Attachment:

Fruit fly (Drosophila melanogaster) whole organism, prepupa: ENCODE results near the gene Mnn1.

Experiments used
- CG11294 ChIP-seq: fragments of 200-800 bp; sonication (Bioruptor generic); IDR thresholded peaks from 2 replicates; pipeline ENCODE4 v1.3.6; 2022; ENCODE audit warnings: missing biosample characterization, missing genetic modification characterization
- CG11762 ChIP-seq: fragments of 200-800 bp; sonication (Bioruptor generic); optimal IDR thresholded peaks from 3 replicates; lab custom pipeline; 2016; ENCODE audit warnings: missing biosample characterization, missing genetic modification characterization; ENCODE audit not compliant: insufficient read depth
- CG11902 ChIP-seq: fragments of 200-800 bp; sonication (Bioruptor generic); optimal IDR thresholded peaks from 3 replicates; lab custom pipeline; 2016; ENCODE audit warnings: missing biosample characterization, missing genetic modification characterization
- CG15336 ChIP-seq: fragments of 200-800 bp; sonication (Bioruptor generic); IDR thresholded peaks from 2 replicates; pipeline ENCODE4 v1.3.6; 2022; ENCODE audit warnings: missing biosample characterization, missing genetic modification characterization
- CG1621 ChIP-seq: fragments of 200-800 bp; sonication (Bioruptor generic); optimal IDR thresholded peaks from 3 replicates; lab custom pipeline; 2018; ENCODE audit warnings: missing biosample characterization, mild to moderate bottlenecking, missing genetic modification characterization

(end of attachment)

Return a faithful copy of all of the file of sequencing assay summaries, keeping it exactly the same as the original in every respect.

Fruit fly (Drosophila melanogaster) whole organism, prepupa: ENCODE results near the gene Mnn1.

Experiments used
- CG11294 ChIP-seq: fragments of 200-800 bp; sonication (Bioruptor generic); IDR thresholded peaks from 2 replicates; pipeline ENCODE4 v1.3.6; 2022; ENCODE audit warnings: missing biosample characterization, missing genetic modification characterization
- CG11762 ChIP-seq: fragments of 200-800 bp; sonication (Bioruptor generic); optimal IDR thresholded peaks from 3 replicates; lab custom pipeline; 2016; ENCODE audit warnings: missing biosample characterization, missing genetic modification characterization; ENCODE audit not compliant: insufficient read depth
- CG11902 ChIP-seq: fragments of 200-800 bp; sonication (Bioruptor generic); optimal IDR thresholded peaks from 3 replicates; lab custom pipeline; 2016; ENCODE audit warnings: missing biosample characterization, missing genetic modification characterization
- CG15336 ChIP-seq: fragments of 200-800 bp; sonication (Bioruptor generic); IDR thresholded peaks from 2 replicates; pipeline ENCODE4 v1.3.6; 2022; ENCODE audit warnings: missing biosample characterization, missing genetic modification characterization
- CG1621 ChIP-seq: fragments of 200-800 bp; sonication (Bioruptor generic); optimal IDR thresholded peaks from 3 replicates; lab custom pipeline; 2018; ENCODE audit warnings: missing biosample characterization, mild to moderate bottlenecking, missing genetic modification characterization